Just Found Photos --- A New Feature
The GPS Scrapbook is where I'll post still curios from time to time. These tend to be oddities I like, but wouldn't necessarily fit into topics addressed at Greenbriar. The idea, as always, is to lay down stuff that's unfamiliar ... all these were unseen, at least by me, until recently ... and the search goes on for more along similar lines.
Like all of us, George Arliss was young once. It's just difficult to picture him that way. Actually, until this image surfaced in a Brit fan periodical, I'd never seen Arliss in pre-monocle mode. That's him on the left, recognizable in a way, though I wouldn't necessarily expect this young man to mature into the singular visage that would eventually be Arliss'. Was there ever a face like his? --- and yet, this youth looks comparatively normal, eyes set close, a serious mien, ready even then to assume his place on a world's stage. I'll need to revisit Bob Fells' excellent George Arliss: The Man Who Played God to read further on boy years re GA. It goes without saying that any of this actor's films are worth another look-in. Remember when Arliss was just a picture in books? --- his pics had fled tubes and it wasn't until TCM that we could see them again ... that being the case at least where I was. There's more Arliss at Greenbriar here.
The caption says Biggest Contract Of His Career, and gathered is as potent an aggregation of MGM power as one could locate in February, 1951. I think they're in Mayer's office, judging by a framed portrait of L.B. pal Herbert Hoover. No doubt it was inscribed in terms of forever friendship. Could Mayer have imagined he'd be off the lot within months of here? On the left stands Eddie Mannix. I wish someone would write a book about him, as Eddie day-to-day managed the place and was well regarded by talent (Clark Gable said a Mannix handshake was good as any contract). Dore Schary, Mayer's successor, has been much maligned, unfairly I think. Signatory Pete Smith's the one I gag on. His voice always activates my mute button. Exhib polls are said to have placed Smith shorts at Number One for seven years. His ten minutes in a show would be ones I'd have spent shopping concessions. At right stands Fred Quimby, of cartoon recognition if not much creative participation. Fred was chief of the shorts department, thus his credit on single reels shipping out of Culver.
Good fellowship abides here --- does this group photo reflects truth of studio life during the early thirties? We'd like to think so. There's an interview where Buddy Rogers talked about voice testing he and contract pals took to determine their
Speaking of positive identification, this saucy image was caption tendered as Merna Kennedy's, lead lady to Charlie Chaplin in The Circus. I've not seen her in portraiture approaching hotcha level of this, and wonder when and to what purpose the sitting took place. She had a career of sorts post-CC. Mostly smallish, some B westerns. You'd think Merna was jinxed for appearing with Chaplin. Didn't pretty much a same thing happen with Georgia Hale? She finished in westerns too, plus Rin-Tin-Tin's serial bow-wow-out, The Lightning Warrior. Merna Kennedy remains a mystery for dying young, age 36 in 1944, amidst obscurity. She'd been married once to Busby Berkeley, which couldn't have been easy. Times must have been tough toward the end (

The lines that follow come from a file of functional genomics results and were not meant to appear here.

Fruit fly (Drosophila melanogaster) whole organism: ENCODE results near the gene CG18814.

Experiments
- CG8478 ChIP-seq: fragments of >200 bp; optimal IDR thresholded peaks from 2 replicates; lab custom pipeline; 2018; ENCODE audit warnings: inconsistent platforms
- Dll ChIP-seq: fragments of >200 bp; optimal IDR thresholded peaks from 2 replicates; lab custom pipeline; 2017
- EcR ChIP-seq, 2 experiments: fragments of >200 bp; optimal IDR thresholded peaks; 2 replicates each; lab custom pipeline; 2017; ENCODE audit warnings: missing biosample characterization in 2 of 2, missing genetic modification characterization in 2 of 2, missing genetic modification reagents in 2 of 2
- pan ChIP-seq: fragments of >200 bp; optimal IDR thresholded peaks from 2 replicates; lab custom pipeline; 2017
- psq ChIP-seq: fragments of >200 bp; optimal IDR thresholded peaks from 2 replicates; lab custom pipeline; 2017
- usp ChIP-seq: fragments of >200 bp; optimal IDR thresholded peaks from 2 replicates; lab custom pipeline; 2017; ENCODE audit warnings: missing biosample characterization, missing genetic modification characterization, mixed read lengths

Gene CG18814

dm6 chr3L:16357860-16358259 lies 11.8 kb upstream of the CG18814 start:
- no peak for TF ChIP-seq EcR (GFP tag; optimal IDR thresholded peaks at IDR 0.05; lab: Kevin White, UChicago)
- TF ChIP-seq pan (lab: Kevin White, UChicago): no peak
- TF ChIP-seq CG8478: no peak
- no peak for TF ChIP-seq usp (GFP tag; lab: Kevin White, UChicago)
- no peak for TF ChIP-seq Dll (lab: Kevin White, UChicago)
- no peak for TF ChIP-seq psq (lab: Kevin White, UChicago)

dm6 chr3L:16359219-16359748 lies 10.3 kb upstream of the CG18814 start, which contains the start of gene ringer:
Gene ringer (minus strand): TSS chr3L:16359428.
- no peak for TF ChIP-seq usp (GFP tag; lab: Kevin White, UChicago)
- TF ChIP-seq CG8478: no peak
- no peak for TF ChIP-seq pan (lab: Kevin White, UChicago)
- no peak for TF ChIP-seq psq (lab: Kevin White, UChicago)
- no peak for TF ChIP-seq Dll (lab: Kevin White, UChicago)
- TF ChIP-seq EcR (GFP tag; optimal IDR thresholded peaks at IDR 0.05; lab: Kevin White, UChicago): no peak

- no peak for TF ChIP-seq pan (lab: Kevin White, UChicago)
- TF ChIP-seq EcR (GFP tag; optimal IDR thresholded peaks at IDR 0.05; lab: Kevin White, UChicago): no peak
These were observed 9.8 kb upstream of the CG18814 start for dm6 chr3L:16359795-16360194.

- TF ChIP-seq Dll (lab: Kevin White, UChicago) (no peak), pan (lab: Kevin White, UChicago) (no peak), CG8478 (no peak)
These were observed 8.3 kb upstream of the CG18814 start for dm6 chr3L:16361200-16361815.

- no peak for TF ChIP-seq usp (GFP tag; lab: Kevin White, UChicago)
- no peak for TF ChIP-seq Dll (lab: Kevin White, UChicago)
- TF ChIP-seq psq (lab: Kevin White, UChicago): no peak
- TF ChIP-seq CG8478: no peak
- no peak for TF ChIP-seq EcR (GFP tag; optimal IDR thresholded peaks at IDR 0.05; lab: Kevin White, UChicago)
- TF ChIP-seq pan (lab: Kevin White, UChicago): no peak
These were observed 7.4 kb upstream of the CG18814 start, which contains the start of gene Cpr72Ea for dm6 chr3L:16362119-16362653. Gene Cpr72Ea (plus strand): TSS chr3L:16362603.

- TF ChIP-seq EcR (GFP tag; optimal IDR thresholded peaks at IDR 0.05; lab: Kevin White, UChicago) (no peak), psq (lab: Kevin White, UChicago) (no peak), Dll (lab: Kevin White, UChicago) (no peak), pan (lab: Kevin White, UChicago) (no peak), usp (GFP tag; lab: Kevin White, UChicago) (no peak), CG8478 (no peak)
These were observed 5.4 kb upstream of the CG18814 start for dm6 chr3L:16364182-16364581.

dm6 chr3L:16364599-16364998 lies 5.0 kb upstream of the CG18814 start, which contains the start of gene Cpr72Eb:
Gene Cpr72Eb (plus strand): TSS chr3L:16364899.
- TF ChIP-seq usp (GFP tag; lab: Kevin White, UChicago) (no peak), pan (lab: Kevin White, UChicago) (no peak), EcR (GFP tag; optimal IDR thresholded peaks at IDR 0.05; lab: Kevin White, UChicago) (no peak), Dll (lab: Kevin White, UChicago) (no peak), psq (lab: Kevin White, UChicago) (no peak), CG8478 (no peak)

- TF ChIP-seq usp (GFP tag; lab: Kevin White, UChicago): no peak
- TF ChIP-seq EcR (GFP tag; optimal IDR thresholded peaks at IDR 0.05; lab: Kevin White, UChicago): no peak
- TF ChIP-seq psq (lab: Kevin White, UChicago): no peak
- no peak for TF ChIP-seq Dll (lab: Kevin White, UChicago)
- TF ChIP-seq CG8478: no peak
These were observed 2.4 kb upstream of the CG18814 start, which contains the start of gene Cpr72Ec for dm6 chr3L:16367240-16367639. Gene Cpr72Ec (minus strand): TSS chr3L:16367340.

Offscreen George Nader was anything but "The Women's Date For '58," but was, as evidenced here, good enough sport for going along to get along (and collect UI paychecks). I can't begin peeling off all the layers of artifice here. There weren't many years left for
Eddie Mannix again. This time with the wife. I'd like a book on Toni too. Wait ... there's already several ... only it's George Reeves on the covers. Mrs. Mannix (still very much a Mrs.) was Superman's off-set cohort, even when this pic was snapped in 1951. Toni had a few years on George and, by most accounts, played sort of mother in addition to mistress for him. He should have stayed with her, I think. She seems to have been a stabilizing influence, and Mama often kicked in when her Man Of Steel ran cash short. Toni had been a showgirl, so knew lean times, and possessed more worldly ways than Reeves. As to the husband, I doubt he cared by this juncture. To say Eddie killed George (or had it done) is nonsense. Toni got to spend old age harassed by Superman nuts wanting revelation she couldn't give, Eddie lucking out with a '63 exit well short of fans maturing (?) to inquisitive age.